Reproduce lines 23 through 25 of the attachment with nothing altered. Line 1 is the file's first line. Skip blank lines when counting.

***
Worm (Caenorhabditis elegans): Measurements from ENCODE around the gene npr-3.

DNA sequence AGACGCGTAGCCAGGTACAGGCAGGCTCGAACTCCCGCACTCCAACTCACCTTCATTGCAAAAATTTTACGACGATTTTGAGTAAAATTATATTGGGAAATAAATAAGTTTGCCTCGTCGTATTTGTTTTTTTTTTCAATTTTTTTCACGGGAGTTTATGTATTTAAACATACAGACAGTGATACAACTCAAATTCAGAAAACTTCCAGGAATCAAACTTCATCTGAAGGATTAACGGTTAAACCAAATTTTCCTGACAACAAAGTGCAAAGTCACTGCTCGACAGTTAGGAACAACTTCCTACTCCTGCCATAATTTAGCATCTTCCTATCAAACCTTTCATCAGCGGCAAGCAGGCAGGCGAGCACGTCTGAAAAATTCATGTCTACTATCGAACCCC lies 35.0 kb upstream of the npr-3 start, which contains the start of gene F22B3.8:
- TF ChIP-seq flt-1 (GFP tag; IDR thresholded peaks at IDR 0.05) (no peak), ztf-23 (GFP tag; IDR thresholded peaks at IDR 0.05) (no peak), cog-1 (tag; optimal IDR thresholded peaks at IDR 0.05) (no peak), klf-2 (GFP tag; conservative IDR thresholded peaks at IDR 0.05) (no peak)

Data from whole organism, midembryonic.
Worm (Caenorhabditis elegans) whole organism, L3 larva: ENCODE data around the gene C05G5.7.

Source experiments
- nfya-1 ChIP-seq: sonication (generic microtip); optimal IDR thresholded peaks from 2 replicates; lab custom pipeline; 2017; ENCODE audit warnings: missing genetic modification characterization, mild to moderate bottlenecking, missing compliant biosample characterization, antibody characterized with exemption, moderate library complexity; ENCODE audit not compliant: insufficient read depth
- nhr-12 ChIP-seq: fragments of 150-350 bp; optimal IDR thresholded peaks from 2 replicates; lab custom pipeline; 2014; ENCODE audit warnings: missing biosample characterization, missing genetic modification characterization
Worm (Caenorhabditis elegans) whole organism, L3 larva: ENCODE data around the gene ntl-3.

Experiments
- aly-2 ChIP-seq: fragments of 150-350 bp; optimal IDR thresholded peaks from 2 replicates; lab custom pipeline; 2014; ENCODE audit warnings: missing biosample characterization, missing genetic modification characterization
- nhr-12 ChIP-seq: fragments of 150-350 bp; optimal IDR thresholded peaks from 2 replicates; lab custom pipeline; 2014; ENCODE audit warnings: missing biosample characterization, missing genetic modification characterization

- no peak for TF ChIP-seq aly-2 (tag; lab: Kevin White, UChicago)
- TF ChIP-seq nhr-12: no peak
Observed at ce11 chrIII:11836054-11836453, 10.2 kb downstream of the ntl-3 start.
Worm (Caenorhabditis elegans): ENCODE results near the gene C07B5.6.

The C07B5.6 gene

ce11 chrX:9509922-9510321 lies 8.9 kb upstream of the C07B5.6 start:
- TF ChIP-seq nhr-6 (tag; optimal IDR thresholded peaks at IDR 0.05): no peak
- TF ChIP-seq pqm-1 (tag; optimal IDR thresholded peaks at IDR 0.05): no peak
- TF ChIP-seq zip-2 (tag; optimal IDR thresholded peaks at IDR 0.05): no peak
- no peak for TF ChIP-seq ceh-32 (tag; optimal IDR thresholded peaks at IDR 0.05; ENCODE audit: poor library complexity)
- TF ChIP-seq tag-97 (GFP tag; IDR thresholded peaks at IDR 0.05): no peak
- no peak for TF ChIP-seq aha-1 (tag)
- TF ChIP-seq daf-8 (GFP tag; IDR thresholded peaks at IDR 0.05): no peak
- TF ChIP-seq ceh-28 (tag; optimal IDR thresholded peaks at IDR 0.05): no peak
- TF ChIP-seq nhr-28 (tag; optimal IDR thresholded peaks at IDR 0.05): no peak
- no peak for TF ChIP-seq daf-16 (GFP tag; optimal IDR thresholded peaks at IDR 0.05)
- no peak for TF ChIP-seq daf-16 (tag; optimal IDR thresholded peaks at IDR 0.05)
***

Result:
- TF ChIP-seq tag-97 (GFP tag; IDR thresholded peaks at IDR 0.05): no peak
- no peak for TF ChIP-seq aha-1 (tag)
- TF ChIP-seq daf-8 (GFP tag; IDR thresholded peaks at IDR 0.05): no peak